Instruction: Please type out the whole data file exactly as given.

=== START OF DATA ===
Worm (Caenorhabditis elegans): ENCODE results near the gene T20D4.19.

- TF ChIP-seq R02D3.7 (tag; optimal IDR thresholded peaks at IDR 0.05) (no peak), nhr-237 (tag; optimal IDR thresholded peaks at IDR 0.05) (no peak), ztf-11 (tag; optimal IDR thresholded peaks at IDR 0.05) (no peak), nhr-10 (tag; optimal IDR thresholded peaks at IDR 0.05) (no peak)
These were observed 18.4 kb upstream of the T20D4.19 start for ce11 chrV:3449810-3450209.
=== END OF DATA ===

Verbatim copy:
Worm (Caenorhabditis elegans): ENCODE results near the gene T20D4.19.

- TF ChIP-seq R02D3.7 (tag; optimal IDR thresholded peaks at IDR 0.05) (no peak), nhr-237 (tag; optimal IDR thresholded peaks at IDR 0.05) (no peak), ztf-11 (tag; optimal IDR thresholded peaks at IDR 0.05) (no peak), nhr-10 (tag; optimal IDR thresholded peaks at IDR 0.05) (no peak)
These were observed 18.4 kb upstream of the T20D4.19 start for ce11 chrV:3449810-3450209.